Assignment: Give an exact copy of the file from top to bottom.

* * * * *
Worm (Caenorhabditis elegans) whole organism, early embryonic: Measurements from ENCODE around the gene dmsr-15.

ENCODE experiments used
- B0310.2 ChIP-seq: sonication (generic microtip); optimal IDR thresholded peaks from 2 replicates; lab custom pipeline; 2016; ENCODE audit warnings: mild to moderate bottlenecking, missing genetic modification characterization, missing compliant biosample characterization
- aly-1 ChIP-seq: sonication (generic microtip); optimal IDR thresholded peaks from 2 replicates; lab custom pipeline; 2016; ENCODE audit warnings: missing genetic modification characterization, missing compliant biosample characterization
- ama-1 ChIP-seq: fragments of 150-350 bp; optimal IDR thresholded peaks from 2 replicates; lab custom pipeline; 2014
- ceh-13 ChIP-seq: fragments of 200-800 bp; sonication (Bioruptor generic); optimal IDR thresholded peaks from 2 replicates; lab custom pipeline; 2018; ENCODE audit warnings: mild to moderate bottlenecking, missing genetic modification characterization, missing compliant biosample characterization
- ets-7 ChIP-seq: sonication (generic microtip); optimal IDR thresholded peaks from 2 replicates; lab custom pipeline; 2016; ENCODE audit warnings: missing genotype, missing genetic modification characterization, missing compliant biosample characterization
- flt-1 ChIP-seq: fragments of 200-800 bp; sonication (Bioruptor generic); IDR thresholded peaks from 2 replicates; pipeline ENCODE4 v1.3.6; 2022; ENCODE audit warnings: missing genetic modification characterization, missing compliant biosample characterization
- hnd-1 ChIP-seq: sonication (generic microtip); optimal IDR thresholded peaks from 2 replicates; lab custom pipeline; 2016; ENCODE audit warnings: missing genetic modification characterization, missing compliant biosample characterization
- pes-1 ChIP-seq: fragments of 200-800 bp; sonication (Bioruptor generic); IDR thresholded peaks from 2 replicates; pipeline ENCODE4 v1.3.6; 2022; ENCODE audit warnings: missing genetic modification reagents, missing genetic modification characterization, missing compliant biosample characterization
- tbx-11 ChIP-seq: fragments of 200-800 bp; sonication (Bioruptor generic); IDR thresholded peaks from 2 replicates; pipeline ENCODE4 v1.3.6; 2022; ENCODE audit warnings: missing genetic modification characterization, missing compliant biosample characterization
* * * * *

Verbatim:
Worm (Caenorhabditis elegans) whole organism, early embryonic: Measurements from ENCODE around the gene dmsr-15.

ENCODE experiments used
- B0310.2 ChIP-seq: sonication (generic microtip); optimal IDR thresholded peaks from 2 replicates; lab custom pipeline; 2016; ENCODE audit warnings: mild to moderate bottlenecking, missing genetic modification characterization, missing compliant biosample characterization
- aly-1 ChIP-seq: sonication (generic microtip); optimal IDR thresholded peaks from 2 replicates; lab custom pipeline; 2016; ENCODE audit warnings: missing genetic modification characterization, missing compliant biosample characterization
- ama-1 ChIP-seq: fragments of 150-350 bp; optimal IDR thresholded peaks from 2 replicates; lab custom pipeline; 2014
- ceh-13 ChIP-seq: fragments of 200-800 bp; sonication (Bioruptor generic); optimal IDR thresholded peaks from 2 replicates; lab custom pipeline; 2018; ENCODE audit warnings: mild to moderate bottlenecking, missing genetic modification characterization, missing compliant biosample characterization
- ets-7 ChIP-seq: sonication (generic microtip); optimal IDR thresholded peaks from 2 replicates; lab custom pipeline; 2016; ENCODE audit warnings: missing genotype, missing genetic modification characterization, missing compliant biosample characterization
- flt-1 ChIP-seq: fragments of 200-800 bp; sonication (Bioruptor generic); IDR thresholded peaks from 2 replicates; pipeline ENCODE4 v1.3.6; 2022; ENCODE audit warnings: missing genetic modification characterization, missing compliant biosample characterization
- hnd-1 ChIP-seq: sonication (generic microtip); optimal IDR thresholded peaks from 2 replicates; lab custom pipeline; 2016; ENCODE audit warnings: missing genetic modification characterization, missing compliant biosample characterization
- pes-1 ChIP-seq: fragments of 200-800 bp; sonication (Bioruptor generic); IDR thresholded peaks from 2 replicates; pipeline ENCODE4 v1.3.6; 2022; ENCODE audit warnings: missing genetic modification reagents, missing genetic modification characterization, missing compliant biosample characterization
- tbx-11 ChIP-seq: fragments of 200-800 bp; sonication (Bioruptor generic); IDR thresholded peaks from 2 replicates; pipeline ENCODE4 v1.3.6; 2022; ENCODE audit warnings: missing genetic modification characterization, missing compliant biosample characterization